Germany Just Injected New Hope Into the Nuclear Fusion Power Dream

Scientists are working to harness the power of an Earth-bound sun. If it works, clean fusion power could provide all the energy humans could ask for.

Max-Planck-Institut für Plasmaphysik / YouTube

German scientists successfully contained a hydrogen plasma on Wednesday, bringing the world a step closer to the utopian dream of nuclear fusion power.

Federal Chancellor Angela Merkel pushed the red button on the Wendelstein 7-X stellarator, or W7-X, and kicked off a reaction countdown that heated up hydrogen with the power of 6,000 microwaves. The plasma was sustained for just a fraction of a second. The experiment was heralded as a success.

Nuclear fusion is the opposite reaction to the fission that powers today’s nuclear plants. While fission reactors break apart heavy uranium atoms and capture the energy released through that process, fusion power involves crashing two lighter atoms and forming a single, heavier one.

Hydrogen fusion is what powers the sun and the stars. Building a fusion power plant here on Earth is equivalent to making a tiny sun and containing it on our world. Which is an extremely difficult task, since without the crushing pressures caused by sheer mass of the stars, temperatures needed to start the reaction on this planet would have to be many times hotter than those found at the center of the sun.

If harnessed, fusion could power the world many times over on a fuel of seawater, with no risk of nuclear meltdown and very little waste. It’s no wonder that goal has consumed so many global resources, despite such slow progress.

One international effort, known as ITER, has cost billions to date and has been plagued by frustration and delays. Once predicted to produce a plasma by 2016, that goal has been pushed down the road — maybe indefinitely.

“I now expect to devote my full professional career before seeing a decent plasma in ITER,” a physicist at the facility told The New Yorker .

The German initiative, located at the Max Planck Institute for Plasma Physics in Greifswald, shares the same goal as ITER: A stable, contained hydrogen fusion reaction. However, they are based on two different devices.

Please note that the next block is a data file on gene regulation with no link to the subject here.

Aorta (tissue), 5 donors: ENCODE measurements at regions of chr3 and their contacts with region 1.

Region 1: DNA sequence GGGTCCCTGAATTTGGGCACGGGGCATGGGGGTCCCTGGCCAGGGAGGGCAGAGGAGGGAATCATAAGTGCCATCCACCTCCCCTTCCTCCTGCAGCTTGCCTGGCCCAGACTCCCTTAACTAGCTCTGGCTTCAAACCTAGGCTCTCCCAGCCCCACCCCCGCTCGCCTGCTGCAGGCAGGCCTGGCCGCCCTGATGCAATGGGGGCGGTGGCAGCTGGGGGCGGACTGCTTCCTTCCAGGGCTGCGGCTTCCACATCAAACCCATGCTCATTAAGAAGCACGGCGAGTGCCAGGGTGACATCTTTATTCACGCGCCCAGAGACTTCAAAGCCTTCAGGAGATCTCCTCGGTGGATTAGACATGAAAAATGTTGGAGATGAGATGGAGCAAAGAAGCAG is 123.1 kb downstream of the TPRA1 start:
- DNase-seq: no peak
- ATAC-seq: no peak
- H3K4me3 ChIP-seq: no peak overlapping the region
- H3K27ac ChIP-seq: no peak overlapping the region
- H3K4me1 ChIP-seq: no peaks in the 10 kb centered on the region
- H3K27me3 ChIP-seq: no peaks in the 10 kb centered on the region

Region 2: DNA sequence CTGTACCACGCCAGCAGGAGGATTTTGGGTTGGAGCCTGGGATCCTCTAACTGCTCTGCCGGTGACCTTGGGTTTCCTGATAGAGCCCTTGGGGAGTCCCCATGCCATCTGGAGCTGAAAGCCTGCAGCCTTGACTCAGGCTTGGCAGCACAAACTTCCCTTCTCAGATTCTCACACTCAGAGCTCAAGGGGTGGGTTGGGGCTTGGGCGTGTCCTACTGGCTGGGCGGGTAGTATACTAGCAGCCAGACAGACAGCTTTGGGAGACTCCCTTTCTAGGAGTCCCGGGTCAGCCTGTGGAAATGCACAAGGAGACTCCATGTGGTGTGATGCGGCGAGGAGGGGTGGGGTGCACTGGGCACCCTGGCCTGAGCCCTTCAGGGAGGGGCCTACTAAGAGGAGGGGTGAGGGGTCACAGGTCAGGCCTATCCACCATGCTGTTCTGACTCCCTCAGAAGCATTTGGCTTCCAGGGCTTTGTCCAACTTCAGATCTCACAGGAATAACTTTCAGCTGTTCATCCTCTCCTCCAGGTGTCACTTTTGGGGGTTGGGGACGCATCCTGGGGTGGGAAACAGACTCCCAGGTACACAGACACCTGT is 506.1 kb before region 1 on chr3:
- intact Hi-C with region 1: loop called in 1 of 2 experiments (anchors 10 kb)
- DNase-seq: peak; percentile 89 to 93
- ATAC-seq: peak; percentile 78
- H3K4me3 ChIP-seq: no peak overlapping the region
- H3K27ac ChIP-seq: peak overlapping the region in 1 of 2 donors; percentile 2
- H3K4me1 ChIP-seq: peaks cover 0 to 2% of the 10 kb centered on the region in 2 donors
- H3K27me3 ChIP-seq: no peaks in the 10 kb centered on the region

Fusion reactions involve the production of a superheated ionized gas, known as plasma. At millions of degrees Celsius, plasma is too hot to be contained by any material on Earth. The best ideas for how to contain this plasma involve circulating it in a donut shape inside a vacuum by powerful supercooled magnets. The two top designs for this device are the tokamak and the stellarator, see below:

The last of the five field-period modules of the stellarator experiment Wendelstein 7-X was installed at the end of 2011.

By Max-Planck-Institut für Plasmaphysik, Tino Schulz (Public Relations Department, Max-Planck-Institut) [CC BY-SA 3.0 (http://creativecommons.org/licenses/by-sa/3.0)], via Wikimedia Commons

The tokamak, which is the basis for ITER, was first proposed by Soviet physicists in the 1950s. It is simpler in design than the stellarator, but much more complex in operation.

The stellarator, which featured in the German experiment, has a much more complicated design, and could not have been built without supercomputing power that only became available in the 1980s.

This week’s success in Germany is a signal that the stellarator is catching up to, and perhaps has even surpassed, the tokamak in the race to commercial nuclear fusion.

Germany’s W7-X cost $440 million. The project overall has cost more than a billion dollars over two decades. The goal is to ramp up the device so that it can sustain hydrogen fusion reactions for longer and longer, up to 30 minutes. The scientists involved hope that milestone will be reached by 2025.

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